When there is a leak into a shareholder’s apartment, the shareholder is expected to allow the co-op to come in and fix it. That’s not always the case, however, and there have been a surprising number of situations where shareholders delay the repairs or do not allow them to be done at all – and still seek abatements or refuse to pay their maintenance charges.
A prime example arose in the case of 465 WEA Owner’s Corp. v. Strongwater, 809 NYS2d 481 (App. T. 1st Dept. 12/15/05). A leak from the upstairs neighbor had caused damage in the shareholder’s apartment. The board claimed it responded to the situation promptly, offering to pay for the work with a rent abatement. The shareholder, however, did not have the repairs made, and still claimed the right to the abatement.
The court decided that in order to receive the abatement, he must actually make the repair. If the shareholder chooses not repair the damage, then the shareholder is not entitled to an abatement.
BREAKING THE MOLD
Mold is the issue du jour, and has given rise to countless complaints in recent years. In Fraser v. 301-52 Townhouse Corp. 2006 WL 2828595 (Sup. Ct NY Co. 9/27/06), however, a severe blow was dealt to those seeking damages for health problems allegedly caused by the presence of mold.
A leak in the shareholder’s apartment had given rise to mold growing on the walls. The shareholder claimed to have suffered a long list of physical and mental ailments as a result of the mold, including loss of memory. The court, however, found that there was not sufficient evidence to connect the presence of mold with the shareholder’s health problems. It noted that the shareholder could claim property damage due to the mold, but that the facts in the case did not give rise to a claim of personal injury.
CONDO SPONSOR FRAUD
In The Hamlet on Olde Oyster Bay Home Owners Assn, Inc. v. The Holiday Organization, Inc., 2006 WL 1982603 (Sup. Ct. N. Co. 7/7/06), unit owners joined together to bring a claim against the sponsor and related parties for fraud. The charges included fraud in the inducement and negligent misrepresentation of terms found in the offering plan.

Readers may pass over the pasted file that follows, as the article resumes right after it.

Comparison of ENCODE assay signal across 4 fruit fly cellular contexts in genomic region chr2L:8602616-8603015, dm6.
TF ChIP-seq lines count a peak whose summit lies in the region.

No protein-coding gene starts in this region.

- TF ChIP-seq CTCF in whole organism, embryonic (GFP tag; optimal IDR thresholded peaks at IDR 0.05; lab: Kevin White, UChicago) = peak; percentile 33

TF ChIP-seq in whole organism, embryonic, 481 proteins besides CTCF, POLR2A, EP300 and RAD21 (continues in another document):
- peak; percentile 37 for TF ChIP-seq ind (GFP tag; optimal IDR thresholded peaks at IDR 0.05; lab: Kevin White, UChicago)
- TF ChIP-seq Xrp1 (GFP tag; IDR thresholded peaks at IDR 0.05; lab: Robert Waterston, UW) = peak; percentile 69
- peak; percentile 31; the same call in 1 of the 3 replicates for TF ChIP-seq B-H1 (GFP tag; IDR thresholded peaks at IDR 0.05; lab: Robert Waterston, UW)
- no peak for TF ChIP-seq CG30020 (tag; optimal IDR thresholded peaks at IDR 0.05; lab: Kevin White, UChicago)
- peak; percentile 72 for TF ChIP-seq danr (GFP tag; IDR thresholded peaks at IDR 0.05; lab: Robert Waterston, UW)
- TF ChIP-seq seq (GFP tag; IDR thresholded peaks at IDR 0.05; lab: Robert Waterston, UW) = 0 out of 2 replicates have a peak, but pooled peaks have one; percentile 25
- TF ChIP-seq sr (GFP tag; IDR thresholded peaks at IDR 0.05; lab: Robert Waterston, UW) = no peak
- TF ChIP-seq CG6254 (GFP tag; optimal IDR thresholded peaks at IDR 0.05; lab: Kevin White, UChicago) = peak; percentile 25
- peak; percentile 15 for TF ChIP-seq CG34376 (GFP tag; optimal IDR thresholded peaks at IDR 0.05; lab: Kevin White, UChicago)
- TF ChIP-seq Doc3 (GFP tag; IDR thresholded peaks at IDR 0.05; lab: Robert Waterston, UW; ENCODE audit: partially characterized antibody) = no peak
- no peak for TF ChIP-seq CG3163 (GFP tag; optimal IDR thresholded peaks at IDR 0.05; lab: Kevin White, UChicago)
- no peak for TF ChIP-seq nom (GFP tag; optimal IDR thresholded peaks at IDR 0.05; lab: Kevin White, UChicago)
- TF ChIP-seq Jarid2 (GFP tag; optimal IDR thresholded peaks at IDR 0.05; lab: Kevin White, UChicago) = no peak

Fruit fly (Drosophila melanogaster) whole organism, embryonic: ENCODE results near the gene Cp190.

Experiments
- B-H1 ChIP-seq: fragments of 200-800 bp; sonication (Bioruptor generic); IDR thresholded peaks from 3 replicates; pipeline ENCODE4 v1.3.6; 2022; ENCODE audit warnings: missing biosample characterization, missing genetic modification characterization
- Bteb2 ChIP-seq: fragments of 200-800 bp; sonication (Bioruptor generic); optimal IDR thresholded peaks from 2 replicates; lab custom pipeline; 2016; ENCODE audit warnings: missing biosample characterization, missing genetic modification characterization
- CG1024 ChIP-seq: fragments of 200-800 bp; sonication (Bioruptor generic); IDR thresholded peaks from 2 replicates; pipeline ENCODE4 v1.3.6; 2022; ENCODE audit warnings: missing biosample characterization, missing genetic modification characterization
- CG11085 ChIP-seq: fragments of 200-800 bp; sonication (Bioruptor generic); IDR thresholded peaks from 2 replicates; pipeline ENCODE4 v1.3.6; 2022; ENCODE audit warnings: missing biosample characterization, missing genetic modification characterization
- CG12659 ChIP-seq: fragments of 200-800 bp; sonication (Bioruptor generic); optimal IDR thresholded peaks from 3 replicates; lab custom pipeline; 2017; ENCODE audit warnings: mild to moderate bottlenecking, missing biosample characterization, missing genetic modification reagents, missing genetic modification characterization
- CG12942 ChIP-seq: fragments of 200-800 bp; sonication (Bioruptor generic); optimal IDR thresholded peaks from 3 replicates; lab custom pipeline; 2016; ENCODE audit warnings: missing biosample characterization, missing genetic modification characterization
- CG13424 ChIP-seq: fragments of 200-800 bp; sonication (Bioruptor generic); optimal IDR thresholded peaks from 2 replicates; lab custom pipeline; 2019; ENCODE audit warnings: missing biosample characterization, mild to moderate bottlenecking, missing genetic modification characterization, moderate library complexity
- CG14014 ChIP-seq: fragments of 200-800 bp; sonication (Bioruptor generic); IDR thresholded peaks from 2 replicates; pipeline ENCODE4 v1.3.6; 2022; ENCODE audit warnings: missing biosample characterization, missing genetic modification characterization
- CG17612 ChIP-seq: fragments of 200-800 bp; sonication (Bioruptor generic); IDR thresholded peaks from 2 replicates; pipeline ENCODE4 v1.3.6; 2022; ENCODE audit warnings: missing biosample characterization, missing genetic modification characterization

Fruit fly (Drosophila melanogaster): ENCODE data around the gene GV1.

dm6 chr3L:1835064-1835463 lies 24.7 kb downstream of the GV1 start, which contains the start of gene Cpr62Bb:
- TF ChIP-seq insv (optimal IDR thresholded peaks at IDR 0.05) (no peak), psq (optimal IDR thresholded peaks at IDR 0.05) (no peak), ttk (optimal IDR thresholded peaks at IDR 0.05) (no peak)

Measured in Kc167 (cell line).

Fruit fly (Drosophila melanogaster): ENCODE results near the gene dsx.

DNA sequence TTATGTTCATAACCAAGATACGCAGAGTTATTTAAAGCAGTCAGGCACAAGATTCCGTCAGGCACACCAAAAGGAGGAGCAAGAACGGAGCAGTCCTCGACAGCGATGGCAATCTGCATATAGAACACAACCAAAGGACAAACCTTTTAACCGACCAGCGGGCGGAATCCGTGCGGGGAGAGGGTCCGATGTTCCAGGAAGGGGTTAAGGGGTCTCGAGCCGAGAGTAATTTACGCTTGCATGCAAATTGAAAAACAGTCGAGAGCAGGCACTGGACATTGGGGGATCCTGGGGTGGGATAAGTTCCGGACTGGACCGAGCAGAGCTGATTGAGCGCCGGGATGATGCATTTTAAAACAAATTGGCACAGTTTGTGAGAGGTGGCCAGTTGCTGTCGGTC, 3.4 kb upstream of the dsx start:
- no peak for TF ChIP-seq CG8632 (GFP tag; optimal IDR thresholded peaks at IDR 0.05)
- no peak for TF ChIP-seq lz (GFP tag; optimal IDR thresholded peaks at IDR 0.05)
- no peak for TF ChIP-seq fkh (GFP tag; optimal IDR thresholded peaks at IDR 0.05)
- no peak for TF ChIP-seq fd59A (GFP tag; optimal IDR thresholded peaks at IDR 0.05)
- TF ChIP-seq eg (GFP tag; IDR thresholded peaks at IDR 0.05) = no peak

The court cited the Martin Act, and found that the unit owners could not bring such fraud claims. Under the Martin Act the Attorney General can bring action for fraud against sponsors who fail to make material disclosures or who make false statements. Individual unit owners cannot. Nor can they bring state anti-trust (Donnelly Act) claims.
The court added, however, that the unit owners could bring claims for breach of contract, false advertising and breach of fiduciary duty.
The other side of the coin was addressed in Caprer v. Nussbaum , 2006 WL 2963128 (2d Dept. 10/17/06). In this case, an individual unit owner made claims of financial mismanagement by the sponsor, as well as principals and affiliates of sponsor, the managing agent, and the accountant.
The court found that Unit owner cannot make an individual claim for damage to common elements of the building, but he can bring a derivative claim on behalf of the Board. It noted that the sponsor is not a fiduciary and can only be sued for breach of contract, and while the managing agent is in fact a fiduciary it cannot be sued by an individual unit owner – instead, it must be sued derivatively. An individual unit owner’s relationship with the accountant is different, the court found – there is sufficient privity for the unit owner to bring an individual action for a false financial statement.
In this case, the other unit owners were third party beneficiaries of the settlement agreement that conferred direct benefits to them. In addition, unit owners had individual claims against the sponsor and its board members for fraud in the operation of the condominium.